More than 500 students gathered at Lincoln Cathedral for their graduation from the University of Lincoln on January 22.
Throughout the day the university hosted two ceremonies, welcoming the latest graduates to a community of more than 75,000 Lincoln alumni.
The qualifications awarded ranged from first degrees to doctorates and guests to the ceremonies were performed to by the Chamber Choir of Lincoln Mister School.
The morning ceremony, which began at 10.30am, saw students collect their qualifications from departments including Lincoln Law School, School of Psychology and the Centre for Research and Development.
The afternoon ceremony, at 2.30pm, welcomed graduates and postgraduates from the School of Life Sciences, Department of Agriculture, the Lincoln School of Journalism, and Lincoln School of Performing Arts, among other subjects of study.
Among those graduating was Ian Smith from Lincoln, whose professional rugby career ended with a broken ankle at the age of 18.
Ian graduated with an MA in Globalising Justice, having been personally thanked by Government minister Chris Grayling, Lord Chancellor and Secretary of State for Justice, for his extensive work into the rehabilitation of offenders.
Ian has been designing new training courses to be offered in prisons, youth offender institutions and secure mental health institutions. Now, as Head of Offender Rehabilitation at Gelder Group, Ian’s programmes are being rolled out across a number of institutions.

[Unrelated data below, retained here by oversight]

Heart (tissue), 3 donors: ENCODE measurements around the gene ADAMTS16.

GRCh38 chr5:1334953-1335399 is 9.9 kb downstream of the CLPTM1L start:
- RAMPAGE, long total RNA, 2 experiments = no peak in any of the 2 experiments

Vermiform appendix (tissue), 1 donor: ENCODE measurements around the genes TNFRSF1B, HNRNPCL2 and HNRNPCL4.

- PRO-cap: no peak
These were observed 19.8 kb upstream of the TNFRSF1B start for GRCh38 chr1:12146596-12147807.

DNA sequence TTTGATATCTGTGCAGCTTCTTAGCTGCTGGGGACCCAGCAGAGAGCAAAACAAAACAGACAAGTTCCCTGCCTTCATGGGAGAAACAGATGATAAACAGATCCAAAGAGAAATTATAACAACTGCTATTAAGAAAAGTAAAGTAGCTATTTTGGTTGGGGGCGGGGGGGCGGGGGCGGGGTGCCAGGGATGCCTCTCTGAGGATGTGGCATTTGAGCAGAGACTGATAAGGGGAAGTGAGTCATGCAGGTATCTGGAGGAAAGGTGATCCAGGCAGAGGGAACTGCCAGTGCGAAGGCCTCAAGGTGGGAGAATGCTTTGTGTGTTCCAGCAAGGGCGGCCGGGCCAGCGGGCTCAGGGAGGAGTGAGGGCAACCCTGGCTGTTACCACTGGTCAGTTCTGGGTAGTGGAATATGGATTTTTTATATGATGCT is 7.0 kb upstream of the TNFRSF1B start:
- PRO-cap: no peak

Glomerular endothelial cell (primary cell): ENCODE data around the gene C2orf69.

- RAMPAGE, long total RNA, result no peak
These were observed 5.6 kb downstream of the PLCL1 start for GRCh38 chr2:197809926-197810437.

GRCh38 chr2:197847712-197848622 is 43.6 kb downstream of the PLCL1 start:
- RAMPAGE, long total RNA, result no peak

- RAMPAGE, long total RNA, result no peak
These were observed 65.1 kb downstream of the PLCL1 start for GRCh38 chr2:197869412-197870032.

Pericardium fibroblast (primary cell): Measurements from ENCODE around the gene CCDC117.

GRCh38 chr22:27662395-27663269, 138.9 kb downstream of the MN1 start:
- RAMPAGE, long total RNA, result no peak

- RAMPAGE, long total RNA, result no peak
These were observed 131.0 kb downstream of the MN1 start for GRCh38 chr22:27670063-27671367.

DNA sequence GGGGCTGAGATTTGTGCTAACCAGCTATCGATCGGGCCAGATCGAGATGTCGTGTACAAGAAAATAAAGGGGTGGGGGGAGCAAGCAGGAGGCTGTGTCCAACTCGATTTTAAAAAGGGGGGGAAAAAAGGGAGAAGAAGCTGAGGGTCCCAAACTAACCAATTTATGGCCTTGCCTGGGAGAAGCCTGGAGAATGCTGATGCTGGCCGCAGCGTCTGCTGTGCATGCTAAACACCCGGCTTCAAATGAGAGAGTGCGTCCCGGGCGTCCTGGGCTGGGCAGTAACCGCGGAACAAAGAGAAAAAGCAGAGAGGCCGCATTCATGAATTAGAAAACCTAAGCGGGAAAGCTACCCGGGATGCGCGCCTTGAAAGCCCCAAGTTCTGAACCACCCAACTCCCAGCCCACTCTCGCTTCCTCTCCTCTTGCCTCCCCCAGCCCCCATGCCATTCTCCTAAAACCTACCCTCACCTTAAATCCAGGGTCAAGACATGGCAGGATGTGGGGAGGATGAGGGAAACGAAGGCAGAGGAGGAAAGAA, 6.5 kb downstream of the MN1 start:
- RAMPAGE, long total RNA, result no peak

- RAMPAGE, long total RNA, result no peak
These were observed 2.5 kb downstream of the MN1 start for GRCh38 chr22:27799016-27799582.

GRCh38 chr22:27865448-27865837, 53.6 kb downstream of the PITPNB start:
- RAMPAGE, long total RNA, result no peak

Ian said: “When I came to Lincoln, I was a person with a vision and career goal, which the university wanted to help and support me with.
“My time here has provided me with both quality education provision and great connections to the wider employer community for life after graduation. I wouldn’t be where I am now without the University of Lincoln.”
Joining Ian was 73-year-old Diane Hall, who collected her MA in Fine Art. After attending the Lincoln School of Art more than half a century ago, Diane returned to the city to complete her postgraduate degree, proving it is never too late to learn.
Diane said: “I decided to continue my studies at the University of Lincoln because I was inspired by the layers of history in the city, and by the idea of creating contemporary art in such a setting.”
Professor Mary Stuart, Vice Chancellor at the University of Lincoln, said: “Graduation represents a celebration for everyone here at the University, as we congratulate our students on their many achievements, and thank their lecturers, relatives and friends who have supported them throughout their studies.
“We are extremely fortunate to be able to enjoy these celebrations in a setting as magnificent as Lincoln Cathedral.
“As we reflect on the successes of our students and staff, graduation also offers us an opportunity to contemplate the exciting times which lay ahead for our graduates.”